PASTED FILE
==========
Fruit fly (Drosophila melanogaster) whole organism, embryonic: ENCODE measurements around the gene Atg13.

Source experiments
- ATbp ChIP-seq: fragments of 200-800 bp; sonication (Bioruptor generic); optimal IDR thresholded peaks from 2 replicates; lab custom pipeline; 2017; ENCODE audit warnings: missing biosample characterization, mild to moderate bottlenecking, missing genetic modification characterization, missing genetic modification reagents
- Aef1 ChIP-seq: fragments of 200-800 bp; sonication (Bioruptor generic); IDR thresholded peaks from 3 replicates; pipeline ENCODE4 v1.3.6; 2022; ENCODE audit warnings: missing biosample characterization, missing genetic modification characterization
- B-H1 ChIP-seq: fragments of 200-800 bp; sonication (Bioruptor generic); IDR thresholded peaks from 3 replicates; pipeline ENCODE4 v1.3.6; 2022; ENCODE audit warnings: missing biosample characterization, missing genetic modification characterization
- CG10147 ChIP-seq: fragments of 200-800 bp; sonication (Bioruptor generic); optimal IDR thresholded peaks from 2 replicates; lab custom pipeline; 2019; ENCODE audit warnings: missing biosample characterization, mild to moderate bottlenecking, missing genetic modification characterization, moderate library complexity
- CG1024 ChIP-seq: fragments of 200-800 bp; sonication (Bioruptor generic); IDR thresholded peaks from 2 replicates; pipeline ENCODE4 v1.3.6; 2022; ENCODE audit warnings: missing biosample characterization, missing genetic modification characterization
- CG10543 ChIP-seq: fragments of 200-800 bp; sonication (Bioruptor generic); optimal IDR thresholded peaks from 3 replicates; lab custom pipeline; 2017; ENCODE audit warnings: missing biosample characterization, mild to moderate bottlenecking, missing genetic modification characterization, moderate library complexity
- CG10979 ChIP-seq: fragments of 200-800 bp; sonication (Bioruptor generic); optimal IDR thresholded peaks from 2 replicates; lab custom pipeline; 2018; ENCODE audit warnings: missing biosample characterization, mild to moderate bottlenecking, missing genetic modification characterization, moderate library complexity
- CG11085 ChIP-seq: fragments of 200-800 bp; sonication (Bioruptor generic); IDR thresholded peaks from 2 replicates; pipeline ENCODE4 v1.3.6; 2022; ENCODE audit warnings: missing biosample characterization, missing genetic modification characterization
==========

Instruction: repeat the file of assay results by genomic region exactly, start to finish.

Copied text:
Fruit fly (Drosophila melanogaster) whole organism, embryonic: ENCODE measurements around the gene Atg13.

Source experiments
- ATbp ChIP-seq: fragments of 200-800 bp; sonication (Bioruptor generic); optimal IDR thresholded peaks from 2 replicates; lab custom pipeline; 2017; ENCODE audit warnings: missing biosample characterization, mild to moderate bottlenecking, missing genetic modification characterization, missing genetic modification reagents
- Aef1 ChIP-seq: fragments of 200-800 bp; sonication (Bioruptor generic); IDR thresholded peaks from 3 replicates; pipeline ENCODE4 v1.3.6; 2022; ENCODE audit warnings: missing biosample characterization, missing genetic modification characterization
- B-H1 ChIP-seq: fragments of 200-800 bp; sonication (Bioruptor generic); IDR thresholded peaks from 3 replicates; pipeline ENCODE4 v1.3.6; 2022; ENCODE audit warnings: missing biosample characterization, missing genetic modification characterization
- CG10147 ChIP-seq: fragments of 200-800 bp; sonication (Bioruptor generic); optimal IDR thresholded peaks from 2 replicates; lab custom pipeline; 2019; ENCODE audit warnings: missing biosample characterization, mild to moderate bottlenecking, missing genetic modification characterization, moderate library complexity
- CG1024 ChIP-seq: fragments of 200-800 bp; sonication (Bioruptor generic); IDR thresholded peaks from 2 replicates; pipeline ENCODE4 v1.3.6; 2022; ENCODE audit warnings: missing biosample characterization, missing genetic modification characterization
- CG10543 ChIP-seq: fragments of 200-800 bp; sonication (Bioruptor generic); optimal IDR thresholded peaks from 3 replicates; lab custom pipeline; 2017; ENCODE audit warnings: missing biosample characterization, mild to moderate bottlenecking, missing genetic modification characterization, moderate library complexity
- CG10979 ChIP-seq: fragments of 200-800 bp; sonication (Bioruptor generic); optimal IDR thresholded peaks from 2 replicates; lab custom pipeline; 2018; ENCODE audit warnings: missing biosample characterization, mild to moderate bottlenecking, missing genetic modification characterization, moderate library complexity
- CG11085 ChIP-seq: fragments of 200-800 bp; sonication (Bioruptor generic); IDR thresholded peaks from 2 replicates; pipeline ENCODE4 v1.3.6; 2022; ENCODE audit warnings: missing biosample characterization, missing genetic modification characterization